Reaching the ruins, the player finds the remains of a familiar streetscape. A sign reads ‘Springvale’. The houses are burned and bombed out, the mailboxes are scorched and rusted, and the gas station is missing its pumps, but all this is easily recognisable. The only exception is the floating metal sphere with protruding aerials that patrols the area, broadcasting music and speeches that evoke Americana. In contrast, the shape of the thing evokes Sputnik. This, as the player will learn later, is an Eye-Bot, a roving agent of the Enclave, and its presence foreshadows that of its masters.
There is another close horizon down the street to their left, and a sign reading ‘Megaton’ with an arrow pointing along a path to the right.
Following the path, the player encounters the amorphous blob they glimpsed earlier, but from an angle so different they are unlikely to make the connection immediately. The frame of the gates towers over them, tipped with twin spires, and the gates themselves are drawn open with the loud whine of a jet engine. This is an event that occurs only once in the course of the game, triggered by the player-character’s crossing the boundaries of the immediate vicinity of Megaton.
Outside the gates is the settlement’s greeter, whose name (if the player approaches and puts their crosshair on him) is displayed as ‘Deputy Weld’, a robot with a striking visual resemblance to Robby the Robot. Also nearby is a beggar who will ask for water, and the corpses of some giant ants, heralding the dangers of the wastes. The player will also likely encounter one of the Capital Wasteland’s caravan merchants – their programmed behaviour has them wait outside the gates of Megaton for quite a few in-game hours, so there is a high chance one will be present whenever the player arrives. Thus, meeting the merchant will likely be the player’s first encounter with another human outside Vault 101.
It would be a rare player who, having arrived outside Megaton and witnessed the spectacle of the opening gates, did not venture inside.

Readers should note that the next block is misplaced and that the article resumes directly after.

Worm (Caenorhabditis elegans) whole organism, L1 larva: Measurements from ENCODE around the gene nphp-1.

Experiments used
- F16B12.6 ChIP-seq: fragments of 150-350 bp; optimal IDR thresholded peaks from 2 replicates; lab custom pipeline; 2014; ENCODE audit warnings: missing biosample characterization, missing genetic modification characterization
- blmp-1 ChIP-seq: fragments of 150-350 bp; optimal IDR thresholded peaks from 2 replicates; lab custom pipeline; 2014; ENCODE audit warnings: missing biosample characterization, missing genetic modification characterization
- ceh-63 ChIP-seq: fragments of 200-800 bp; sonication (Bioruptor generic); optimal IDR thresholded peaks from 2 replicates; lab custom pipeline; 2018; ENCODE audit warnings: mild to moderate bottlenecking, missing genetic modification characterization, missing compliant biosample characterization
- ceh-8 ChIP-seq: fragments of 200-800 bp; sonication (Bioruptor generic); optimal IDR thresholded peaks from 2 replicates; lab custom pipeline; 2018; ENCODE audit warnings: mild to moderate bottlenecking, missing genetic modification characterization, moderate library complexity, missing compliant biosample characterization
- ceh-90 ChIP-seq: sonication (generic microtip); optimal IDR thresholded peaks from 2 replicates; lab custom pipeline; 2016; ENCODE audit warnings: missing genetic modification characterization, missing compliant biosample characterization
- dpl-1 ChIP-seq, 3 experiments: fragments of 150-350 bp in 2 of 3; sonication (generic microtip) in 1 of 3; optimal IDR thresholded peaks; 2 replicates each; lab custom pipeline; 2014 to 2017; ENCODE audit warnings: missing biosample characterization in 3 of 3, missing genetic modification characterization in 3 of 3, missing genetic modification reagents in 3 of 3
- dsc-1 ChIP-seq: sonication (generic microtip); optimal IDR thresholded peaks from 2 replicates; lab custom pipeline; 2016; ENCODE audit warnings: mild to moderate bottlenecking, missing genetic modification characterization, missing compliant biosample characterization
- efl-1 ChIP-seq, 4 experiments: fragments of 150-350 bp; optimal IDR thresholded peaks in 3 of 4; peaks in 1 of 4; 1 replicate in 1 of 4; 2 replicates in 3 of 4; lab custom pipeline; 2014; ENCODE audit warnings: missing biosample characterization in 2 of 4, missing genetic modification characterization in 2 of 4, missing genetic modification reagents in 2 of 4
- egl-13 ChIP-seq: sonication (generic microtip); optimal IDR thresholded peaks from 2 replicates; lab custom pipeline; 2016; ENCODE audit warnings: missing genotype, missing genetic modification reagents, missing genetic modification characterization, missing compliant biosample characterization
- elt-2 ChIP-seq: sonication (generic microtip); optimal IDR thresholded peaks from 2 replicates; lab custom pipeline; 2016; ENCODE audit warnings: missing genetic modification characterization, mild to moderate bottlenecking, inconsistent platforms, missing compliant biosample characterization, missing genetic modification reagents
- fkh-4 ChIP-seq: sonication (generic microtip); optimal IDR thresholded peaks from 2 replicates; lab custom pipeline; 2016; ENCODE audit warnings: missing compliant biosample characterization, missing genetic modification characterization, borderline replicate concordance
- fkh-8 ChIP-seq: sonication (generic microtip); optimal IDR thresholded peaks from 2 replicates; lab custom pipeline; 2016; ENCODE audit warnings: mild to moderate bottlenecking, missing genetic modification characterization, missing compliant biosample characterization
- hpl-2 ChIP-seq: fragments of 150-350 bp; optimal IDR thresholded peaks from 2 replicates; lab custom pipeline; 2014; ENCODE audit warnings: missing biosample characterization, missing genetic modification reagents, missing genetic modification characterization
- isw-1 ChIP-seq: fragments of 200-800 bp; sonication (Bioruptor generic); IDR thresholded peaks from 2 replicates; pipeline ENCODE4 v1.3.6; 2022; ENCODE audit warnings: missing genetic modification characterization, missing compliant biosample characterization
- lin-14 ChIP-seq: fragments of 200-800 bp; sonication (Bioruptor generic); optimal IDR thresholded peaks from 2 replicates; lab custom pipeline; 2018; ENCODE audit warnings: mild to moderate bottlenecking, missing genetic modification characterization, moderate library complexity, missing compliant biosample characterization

On entering the settlement, the player will quickly be stopped and engaged in conversation by Lucas Simms, who identifies himself as the sherrif and mayor. The dialogue options present the player with the opportunity to ask him about the town and its features. After talking with Sims, the player can look around. The walls of the settlement are very high, preventing any view of the outside world from within. The obvious path in front of them (the direction from which Simms approached) leads down into the pit in the centre of the settlement…
… past a two-headed cow.
There, the player will discover the object that they will almost certainly and immediately conclude inspired the settlement’s name: a large bomb very close in appearance to the ‘Fat Man’ bomb dropped on Nagasaki. In the ankle-deep water beside the bomb stands a man speaking in rapturous tones of “the power of Atom”.
All of the player’s movements up to this point have mapped out clear geographical connections between the locations they have encountered, as well as some measure of understanding of the nature of each of these locations. Understanding how each of these locations relates spatially to each other allows the player to begin to construct a mental map. This mental map will include the way the player understands the character of these locations: a sense of place. It should be obvious to a critical eye that the player’s movements must be the result of a designer’s intent, to introduce them to the general character of the game’s space, and to that of each of these places. But this is hardly likely to be uppermost in the mind of the typical player encountering these spaces for the first time. And in any case, their movement has not been directed by a script, or by strict boundaries.
The player’s movements are directed – to the extent that they are directed – by the specific properties of the objects within the game’s space. Each of these objects has, yes, been designed, and each of them has been placed by a level designer with the intent of directing the player’s movement. But it is not the designer’s intent that directs the player’s movement, it is the objects themselves, and the way the player relates to those objects. Those objects establish a certain relationship to the player, communicating their affordances, visually and through their interaction with the player-character’s body. The player moves in response to these relationships. They might choose to try to climb the derelict cars, or explore beyond the close horizon. But the elements of the game’s space, the specific objects within it, resist or accommodate the player’s actions, and the player must choose to overcome this resistance or go along with their accommodations. This is the only way the designer can direct the player’s movement in the absence of a programmed script or strict boundaries: by placing the objects within the space, and letting these relationships play out.